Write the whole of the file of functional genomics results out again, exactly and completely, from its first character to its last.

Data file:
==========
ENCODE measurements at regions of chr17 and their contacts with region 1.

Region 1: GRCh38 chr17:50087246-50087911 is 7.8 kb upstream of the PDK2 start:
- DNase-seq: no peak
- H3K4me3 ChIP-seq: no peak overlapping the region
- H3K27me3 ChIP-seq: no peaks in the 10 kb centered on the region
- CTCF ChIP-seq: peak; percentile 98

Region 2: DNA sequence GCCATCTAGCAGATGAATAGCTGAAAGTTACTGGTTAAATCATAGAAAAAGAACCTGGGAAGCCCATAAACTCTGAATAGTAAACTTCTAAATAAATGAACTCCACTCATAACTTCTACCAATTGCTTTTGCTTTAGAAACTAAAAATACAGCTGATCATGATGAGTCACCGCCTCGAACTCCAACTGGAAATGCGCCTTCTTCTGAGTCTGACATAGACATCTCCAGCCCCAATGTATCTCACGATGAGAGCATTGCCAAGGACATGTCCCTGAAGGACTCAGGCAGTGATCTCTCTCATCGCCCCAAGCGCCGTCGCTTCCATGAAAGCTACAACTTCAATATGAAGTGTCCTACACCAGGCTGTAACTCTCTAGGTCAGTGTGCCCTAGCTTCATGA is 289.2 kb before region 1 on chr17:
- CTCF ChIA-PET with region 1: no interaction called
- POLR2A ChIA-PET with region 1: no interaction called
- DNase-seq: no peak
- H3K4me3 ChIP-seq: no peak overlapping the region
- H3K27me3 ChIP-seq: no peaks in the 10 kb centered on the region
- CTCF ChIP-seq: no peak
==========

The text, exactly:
ENCODE measurements at regions of chr17 and their contacts with region 1.

Region 1: GRCh38 chr17:50087246-50087911 is 7.8 kb upstream of the PDK2 start:
- DNase-seq: no peak
- H3K4me3 ChIP-seq: no peak overlapping the region
- H3K27me3 ChIP-seq: no peaks in the 10 kb centered on the region
- CTCF ChIP-seq: peak; percentile 98

Region 2: DNA sequence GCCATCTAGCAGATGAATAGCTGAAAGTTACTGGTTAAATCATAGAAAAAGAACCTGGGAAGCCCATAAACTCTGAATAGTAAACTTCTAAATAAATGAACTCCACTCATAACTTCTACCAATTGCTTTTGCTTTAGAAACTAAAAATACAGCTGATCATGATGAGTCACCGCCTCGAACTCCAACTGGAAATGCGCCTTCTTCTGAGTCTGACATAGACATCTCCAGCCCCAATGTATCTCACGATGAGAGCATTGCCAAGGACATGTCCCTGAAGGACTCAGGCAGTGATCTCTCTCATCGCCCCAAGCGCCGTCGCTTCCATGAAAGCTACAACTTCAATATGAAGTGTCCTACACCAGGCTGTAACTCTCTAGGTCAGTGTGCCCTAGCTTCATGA is 289.2 kb before region 1 on chr17:
- CTCF ChIA-PET with region 1: no interaction called
- POLR2A ChIA-PET with region 1: no interaction called
- DNase-seq: no peak
- H3K4me3 ChIP-seq: no peak overlapping the region
- H3K27me3 ChIP-seq: no peaks in the 10 kb centered on the region
- CTCF ChIP-seq: no peak